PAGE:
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Athletes, fans, coaches, and sport psychologists all know the power of self-efficacy in sport. With this new book, students, researchers, and practitioners now have a go-to reference on efficacy research packed with psychological strategies for helping athletes, teams, and coaches overcome specific weaknesses. Self-Efficacy in Sport—the first book devoted entirely to this important topic—compiles over 30 years of burgeoning self-efficacy research into a comprehensive and up-to-date analysis.
Self-Efficacy in Sport is written by Dr. Deborah Feltz, who has spent more than 30 years researching the relationship between efficacy and performance in sport. The book is coauthored by two of Feltz’s prominent former students who have established research careers in their own right. The book introduces theory-based and research-tested guidelines and recommendations for designing, implementing, and evaluating interventions to improve self-efficacy, yet it remains easy for readers to find research and interventions that fit their needs. An annotated bibliography allows readers to quickly and critically evaluate all the self-efficacy research cited in the book, which prevents this text from becoming simply a long literature review. Practitioners will be able to put research into practice to serve clients, and students and researchers will be challenged to think critically about the subject and chart the course for new directions in research.
The clearly organized reference breaks down self-efficacy research and implementation into three key areas: individual athletes, teams, and coaches. Part I examines the conceptual nature of efficacy beliefs and their place in sport psychology. Part II explains what is known about self-efficacy, collective efficacy, and coaching efficacy—and why they are vital in sport. Part III translates research into strategy by offering practical advice for efficacy interventions, and it summarizes current critical issues and focuses on future directions.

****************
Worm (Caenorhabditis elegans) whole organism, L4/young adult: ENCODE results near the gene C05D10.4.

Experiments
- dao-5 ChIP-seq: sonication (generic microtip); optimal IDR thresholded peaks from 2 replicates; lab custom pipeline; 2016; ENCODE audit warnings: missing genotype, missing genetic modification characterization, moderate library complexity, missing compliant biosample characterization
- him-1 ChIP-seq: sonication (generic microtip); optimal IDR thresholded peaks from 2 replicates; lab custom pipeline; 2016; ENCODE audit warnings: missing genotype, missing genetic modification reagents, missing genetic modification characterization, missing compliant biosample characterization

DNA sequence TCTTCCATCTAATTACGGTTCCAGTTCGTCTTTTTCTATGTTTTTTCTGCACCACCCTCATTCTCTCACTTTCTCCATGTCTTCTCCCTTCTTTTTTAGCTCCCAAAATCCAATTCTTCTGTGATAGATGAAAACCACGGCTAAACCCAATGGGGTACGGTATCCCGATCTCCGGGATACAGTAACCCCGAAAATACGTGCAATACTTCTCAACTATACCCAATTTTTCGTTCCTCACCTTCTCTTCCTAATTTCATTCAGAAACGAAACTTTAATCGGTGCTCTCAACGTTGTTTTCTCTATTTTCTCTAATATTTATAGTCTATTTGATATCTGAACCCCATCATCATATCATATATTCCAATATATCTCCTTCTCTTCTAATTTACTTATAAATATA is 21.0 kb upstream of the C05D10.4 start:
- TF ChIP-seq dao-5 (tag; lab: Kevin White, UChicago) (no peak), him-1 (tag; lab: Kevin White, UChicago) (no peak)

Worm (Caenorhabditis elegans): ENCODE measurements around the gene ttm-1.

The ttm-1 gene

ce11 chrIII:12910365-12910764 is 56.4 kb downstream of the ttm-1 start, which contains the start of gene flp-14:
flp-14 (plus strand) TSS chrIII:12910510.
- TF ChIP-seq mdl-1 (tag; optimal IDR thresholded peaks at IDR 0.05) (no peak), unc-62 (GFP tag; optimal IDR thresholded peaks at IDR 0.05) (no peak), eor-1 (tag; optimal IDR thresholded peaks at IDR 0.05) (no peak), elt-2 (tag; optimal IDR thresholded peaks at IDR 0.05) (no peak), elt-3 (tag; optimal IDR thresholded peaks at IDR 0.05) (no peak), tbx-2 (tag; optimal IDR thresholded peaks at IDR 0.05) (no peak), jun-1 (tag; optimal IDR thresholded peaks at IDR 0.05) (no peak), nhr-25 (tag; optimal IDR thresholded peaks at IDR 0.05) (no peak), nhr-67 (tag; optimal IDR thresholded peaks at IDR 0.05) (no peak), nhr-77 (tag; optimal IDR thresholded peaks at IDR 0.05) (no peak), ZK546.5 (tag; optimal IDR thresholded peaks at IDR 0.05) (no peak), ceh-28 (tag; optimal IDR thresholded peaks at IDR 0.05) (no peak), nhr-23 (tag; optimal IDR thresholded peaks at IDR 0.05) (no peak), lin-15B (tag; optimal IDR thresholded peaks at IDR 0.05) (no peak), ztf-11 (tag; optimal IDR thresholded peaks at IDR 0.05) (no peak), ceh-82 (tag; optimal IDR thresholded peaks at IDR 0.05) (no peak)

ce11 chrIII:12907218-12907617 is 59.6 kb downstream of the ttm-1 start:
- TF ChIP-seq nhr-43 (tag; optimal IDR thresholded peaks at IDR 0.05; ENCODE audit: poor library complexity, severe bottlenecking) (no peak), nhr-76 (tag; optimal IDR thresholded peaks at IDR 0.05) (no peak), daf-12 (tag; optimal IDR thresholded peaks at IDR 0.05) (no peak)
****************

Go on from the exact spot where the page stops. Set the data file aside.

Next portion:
Self-Efficacy in Sport contains the following unique features that will engage readers in the material:
Chapter summaries tie content together and reinforce the real-world application of concepts.
A comprehensive annotated bibliography of influential research studies guides readers in further study and provides a background for important research.
A chapter on future directions of study ensures readers are up to date on established topics and emerging trends.
Self-Efficacy in Sport is a must-have reference for researchers as well as students and instructors in this evolving area. Practitioners will be able to use the information, especially the direct applications, to discover research that translates into strategy.
Part I. Understanding Self-Efficacy Theory
Chapter 1. Self-Efficacy Theory in Sport Chapter 2. Measuring Efficacy Beliefs
Part II. The Nature of Efficacy Beliefs in Athletes, Teams, and Coaches
Chapter 3. Efficacy Beliefs of Athletes Chapter 4. Efficacy Beliefs of Teams Chapter 5. Efficacy Beliefs of Coaches
Part III. Building, Maintaining, and Regaining Efficacy Beliefs in Sport
Chapter 6. Enhancing Efficacy Beliefs of Athletes Chapter 7. Enhancing Efficacy Beliefs of Teams Chapter 8. Enhancing Efficacy Beliefs of Coaches Chapter 9. Future Directions for Research on Efficacy Beliefs
sport psychology instructors, students, sport science and kinesiology
libraries and practitioners.
Deborah Feltz, PhD,is professor and
chairperson of the department of kinesiology at MichiganStateUniversity